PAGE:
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On Sat, 12 Jan 2013 08:00:04 -0600, NamPhong wrote:

I had not realized this.
Thank you for the additional information!
At this point, we've confirmed that the pressure washer ONLY works from the hose in the practical sense, so I'd simply need a very long hose.
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On Sat, 12 Jan 2013 15:53:21 +0000 (UTC), "Danny D."

I'd not apply defolient with a pressure washer, that would be very wasteful, most would end up on the ground... apply with a hand operated squirt bottle to the cut stems only... I have a battery operated spray bottle (two AA cells) that works very well, adjusts from a spray to a stream. Most folks apply far more defoliant than necessary... in your case I would cut and spray immediately as I go. I actually bought this for spraying Japanese beetles with Sevin, did the job... I got mine from Lowe's. (Amazon.com product link shortened)58011005&sr=8-1&keywordsttery+spray+bottle
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On Sat, 12 Jan 2013 12:52:43 -0500, Brooklyn1 wrote:

This is very useful information, which, coupled with the suggestion by others to spray in the first five minutes after cutting, is a good one:two punch.
I had never realized there are battery-operated sprayers.
Mine is the classic hand pump operated as shown in this picture:

The great part about the idea of spraying after cutting as opposed to spraying without cutting, is that the poison oak covers an area far greater than can be covered with spray - but- cutting it - by necessity - is such that the cut plants are ALWAYS within spraying distance!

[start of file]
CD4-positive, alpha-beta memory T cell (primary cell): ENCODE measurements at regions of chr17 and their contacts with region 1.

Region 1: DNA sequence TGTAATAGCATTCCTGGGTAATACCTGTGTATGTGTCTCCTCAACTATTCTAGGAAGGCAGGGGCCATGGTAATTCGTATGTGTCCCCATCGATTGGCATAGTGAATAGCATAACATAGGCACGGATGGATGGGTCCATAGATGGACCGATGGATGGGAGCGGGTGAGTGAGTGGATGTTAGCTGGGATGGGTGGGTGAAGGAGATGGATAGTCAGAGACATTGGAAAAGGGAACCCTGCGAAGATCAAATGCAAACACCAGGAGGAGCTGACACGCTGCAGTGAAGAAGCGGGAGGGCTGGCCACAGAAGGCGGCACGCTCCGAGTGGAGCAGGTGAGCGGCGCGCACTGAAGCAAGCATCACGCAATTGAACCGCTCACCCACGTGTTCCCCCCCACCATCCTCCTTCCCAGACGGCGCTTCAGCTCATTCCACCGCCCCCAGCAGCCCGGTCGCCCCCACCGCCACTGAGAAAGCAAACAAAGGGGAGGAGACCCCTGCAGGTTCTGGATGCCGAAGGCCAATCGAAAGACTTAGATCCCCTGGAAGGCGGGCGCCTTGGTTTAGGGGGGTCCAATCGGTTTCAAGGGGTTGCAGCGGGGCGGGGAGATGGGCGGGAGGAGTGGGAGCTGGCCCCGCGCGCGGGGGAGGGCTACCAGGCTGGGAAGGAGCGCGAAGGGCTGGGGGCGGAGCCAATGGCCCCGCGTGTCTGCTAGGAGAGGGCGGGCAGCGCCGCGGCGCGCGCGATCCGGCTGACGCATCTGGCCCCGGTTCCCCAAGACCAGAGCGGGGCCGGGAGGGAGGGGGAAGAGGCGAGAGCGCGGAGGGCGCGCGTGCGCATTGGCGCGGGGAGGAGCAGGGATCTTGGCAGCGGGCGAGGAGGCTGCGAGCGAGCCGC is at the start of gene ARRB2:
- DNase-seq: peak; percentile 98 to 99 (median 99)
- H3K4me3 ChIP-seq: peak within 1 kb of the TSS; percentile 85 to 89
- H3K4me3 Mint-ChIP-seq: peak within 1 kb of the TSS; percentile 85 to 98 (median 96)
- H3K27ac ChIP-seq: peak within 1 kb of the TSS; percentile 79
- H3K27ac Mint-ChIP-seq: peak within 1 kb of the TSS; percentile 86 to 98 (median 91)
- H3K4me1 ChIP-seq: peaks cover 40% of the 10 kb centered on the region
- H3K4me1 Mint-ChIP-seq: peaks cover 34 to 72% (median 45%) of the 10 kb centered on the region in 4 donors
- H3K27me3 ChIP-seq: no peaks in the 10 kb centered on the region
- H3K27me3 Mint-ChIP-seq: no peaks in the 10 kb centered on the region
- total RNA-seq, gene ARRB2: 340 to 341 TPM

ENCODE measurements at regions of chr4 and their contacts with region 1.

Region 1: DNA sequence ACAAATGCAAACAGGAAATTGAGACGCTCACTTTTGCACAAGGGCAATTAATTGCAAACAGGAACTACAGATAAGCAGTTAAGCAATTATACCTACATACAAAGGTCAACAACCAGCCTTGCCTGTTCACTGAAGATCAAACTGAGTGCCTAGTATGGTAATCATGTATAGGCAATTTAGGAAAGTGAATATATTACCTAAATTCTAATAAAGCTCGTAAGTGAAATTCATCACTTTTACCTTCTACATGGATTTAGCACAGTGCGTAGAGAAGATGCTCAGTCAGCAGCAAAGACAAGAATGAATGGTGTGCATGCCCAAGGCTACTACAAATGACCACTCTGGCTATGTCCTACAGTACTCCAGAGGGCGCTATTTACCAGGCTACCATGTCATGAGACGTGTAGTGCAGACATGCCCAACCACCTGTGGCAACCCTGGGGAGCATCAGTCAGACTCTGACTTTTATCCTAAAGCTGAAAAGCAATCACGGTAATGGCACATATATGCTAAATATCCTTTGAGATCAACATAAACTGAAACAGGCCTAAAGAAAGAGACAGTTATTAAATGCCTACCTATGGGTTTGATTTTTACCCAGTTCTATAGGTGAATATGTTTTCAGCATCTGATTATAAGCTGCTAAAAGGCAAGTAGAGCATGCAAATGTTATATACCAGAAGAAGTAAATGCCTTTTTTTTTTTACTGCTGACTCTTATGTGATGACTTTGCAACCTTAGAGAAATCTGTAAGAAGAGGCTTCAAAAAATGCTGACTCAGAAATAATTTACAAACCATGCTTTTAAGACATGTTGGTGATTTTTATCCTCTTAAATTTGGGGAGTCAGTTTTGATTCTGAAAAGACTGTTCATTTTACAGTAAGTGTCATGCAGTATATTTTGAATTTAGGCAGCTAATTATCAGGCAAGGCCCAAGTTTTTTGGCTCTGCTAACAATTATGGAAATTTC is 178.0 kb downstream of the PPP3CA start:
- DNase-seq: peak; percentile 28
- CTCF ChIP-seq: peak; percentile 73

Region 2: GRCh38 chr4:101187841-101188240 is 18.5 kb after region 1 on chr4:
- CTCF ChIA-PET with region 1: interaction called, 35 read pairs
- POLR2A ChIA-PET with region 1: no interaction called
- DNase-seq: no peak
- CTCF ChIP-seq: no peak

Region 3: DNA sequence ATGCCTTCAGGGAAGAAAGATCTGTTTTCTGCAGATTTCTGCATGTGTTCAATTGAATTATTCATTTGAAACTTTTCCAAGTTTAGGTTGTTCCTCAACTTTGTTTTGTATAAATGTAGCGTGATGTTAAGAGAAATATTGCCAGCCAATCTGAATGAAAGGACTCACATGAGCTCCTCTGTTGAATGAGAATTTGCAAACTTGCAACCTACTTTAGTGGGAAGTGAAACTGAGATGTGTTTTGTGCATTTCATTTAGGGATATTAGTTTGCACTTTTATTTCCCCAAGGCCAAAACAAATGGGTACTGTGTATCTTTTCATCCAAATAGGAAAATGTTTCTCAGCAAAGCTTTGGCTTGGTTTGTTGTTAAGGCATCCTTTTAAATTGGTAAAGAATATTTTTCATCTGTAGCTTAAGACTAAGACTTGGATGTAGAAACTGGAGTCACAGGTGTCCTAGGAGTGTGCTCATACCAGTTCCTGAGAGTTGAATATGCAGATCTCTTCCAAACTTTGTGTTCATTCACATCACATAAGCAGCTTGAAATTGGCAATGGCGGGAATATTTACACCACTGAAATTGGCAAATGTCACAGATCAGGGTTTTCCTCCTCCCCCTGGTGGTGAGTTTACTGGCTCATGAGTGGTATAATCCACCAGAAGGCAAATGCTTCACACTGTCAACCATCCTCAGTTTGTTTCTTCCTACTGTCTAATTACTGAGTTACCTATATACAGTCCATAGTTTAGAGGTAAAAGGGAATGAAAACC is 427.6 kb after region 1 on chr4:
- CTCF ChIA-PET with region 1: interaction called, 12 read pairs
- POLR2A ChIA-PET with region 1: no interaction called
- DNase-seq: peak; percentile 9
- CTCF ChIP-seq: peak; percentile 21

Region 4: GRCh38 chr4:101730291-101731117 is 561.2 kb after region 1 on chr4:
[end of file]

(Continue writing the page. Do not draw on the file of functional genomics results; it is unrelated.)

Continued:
So, oddly, from a practical standpoint, hand spraying can't work without cutting - yet - it works great if done within 5 minutes of cutting.
One 'problem' I just found out about with cutting though is that the urushiol in the roots and vines is ten to 100 times as potent as that in the leaves, so, cutting is inherently more dangerous overall.
However, the other side of this 'problem', is that spraying leaves the dead vines where they are, which is still a potent hazard for 5 years (wet environment) to ten years (dry environment) as the soil bacteria and elements break down the catechols in the sap.
It's very interesting to learn about thine enemy! :)
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On Sat, 12 Jan 2013 18:41:44 +0000 (UTC), "Danny D."

There are battery operated sprayers that are much larger capacity than the bottle I showed, but I think for what you're doing the small bottle is more than adequate. http://www.northerntool.com/shop/tools/NTESearch?storeIdi70&Nttttery%2Bsprayers (Amazon.com product link shortened)58020213&sr=8-4&keywordsttery+sprayers
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On Sat, 12 Jan 2013 15:41:20 -0800, Bob F wrote:

This is the plan!
Notice in this picture how the sap is ONLY on the outside ring! (Just as you said.)


This is good advice for most people - but - for me - it won't work as well ONLY because the poison oak is so thick that I can't get roundup (glyphosate) to the plant except at the edges - but the plant is 40 to 50 feet deep in places.